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A question of trust


"Defining e-government," [Federal Computer Week, May 8, 2000]

"In Uncle Sam we trust" might not roll off too many people’s tongues today, but federal information technology officials recognize that public trust is a key ingredient for an effective digital government.

In creating the policy framework for electronic governance and access to government information, basic issues that have little to do with technology must be addressed first, government officials, policy analysts and researchers said during the dg.o (DigitalGovernment.Org) 2000 conference held last week in Los Angeles.

The conference, hosted by the University of Southern California Information Sciences Institute and Columbia University Digital Government Research Center, demonstrated IT research funded by the National Science Foundation’s Digital Government program.

Some of the mechanisms supporting digital government are the buzzwords of the day — privacy, security, authentication and trust, said Keith Thurston, assistant to the deputy associate administrator of the General Services Administration’s Office of Governmentwide Policy. Thurston said "cybertrust" is key to getting citizens to complete transactions with the government online.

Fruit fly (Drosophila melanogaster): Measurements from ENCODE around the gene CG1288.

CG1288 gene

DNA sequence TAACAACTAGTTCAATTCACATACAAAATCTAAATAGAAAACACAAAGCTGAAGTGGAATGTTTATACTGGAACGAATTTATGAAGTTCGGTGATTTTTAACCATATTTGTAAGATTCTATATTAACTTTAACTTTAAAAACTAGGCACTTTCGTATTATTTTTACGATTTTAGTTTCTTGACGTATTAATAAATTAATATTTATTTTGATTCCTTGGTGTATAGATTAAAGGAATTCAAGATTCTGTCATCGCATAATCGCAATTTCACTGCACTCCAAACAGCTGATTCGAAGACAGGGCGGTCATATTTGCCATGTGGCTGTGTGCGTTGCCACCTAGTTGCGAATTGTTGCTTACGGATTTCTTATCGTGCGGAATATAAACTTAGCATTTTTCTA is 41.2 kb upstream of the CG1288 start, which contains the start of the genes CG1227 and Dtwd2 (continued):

Some commercial enterprises, such as, have tried to create guarantees that they follow privacy policies, but when those policies are breached, the companies have backed away from liability, Thurston said.

Government needs to create a strong privacy policy program that guarantees consequences for a breach in policy, he said. Legal recourse for citizens whose privacy is compromised is also necessary to gain trust in e-government, he said.

For government, a lack of trust in privacy or security means the loss of a transaction, Thurston said. The ability to process those transactions will mean huge savings, increased quality and improved services, he said.

For instance, it costs the government $14 if a person requests federal tax forms by phone, $7 by mail and $3.50 by walking into a post office to pick them up in person. By contrast, online requests for those forms cost the government 13 cents.

One of the most difficult struggles in gaining trust will be striking a balance between providing broad access to government information and protecting the confidentiality of personal information, said Katherine Wallman, the government’s chief statistician at the Office of Management and Budget and head of the Interagency Council on Statistical Policy. "We want to achieve a balance among collecting and then using data to make government policy decisions," he said.

Although the public wants unified services from federal, state and local agencies, the privacy concerns that prevent different levels of government from sharing information are obstacles to such efficiency, said Graeme Browning, editorial director, "Briefing the President," at the Internet Policy Institute.

An NSF Digital Government project at the National Institute of Statistical Sciences focuses solely on that debate, said Larry Brandt, NSF’s digital government program manager.

The Council for Excellence in Government also is about to start its biannual poll on public trust in government.

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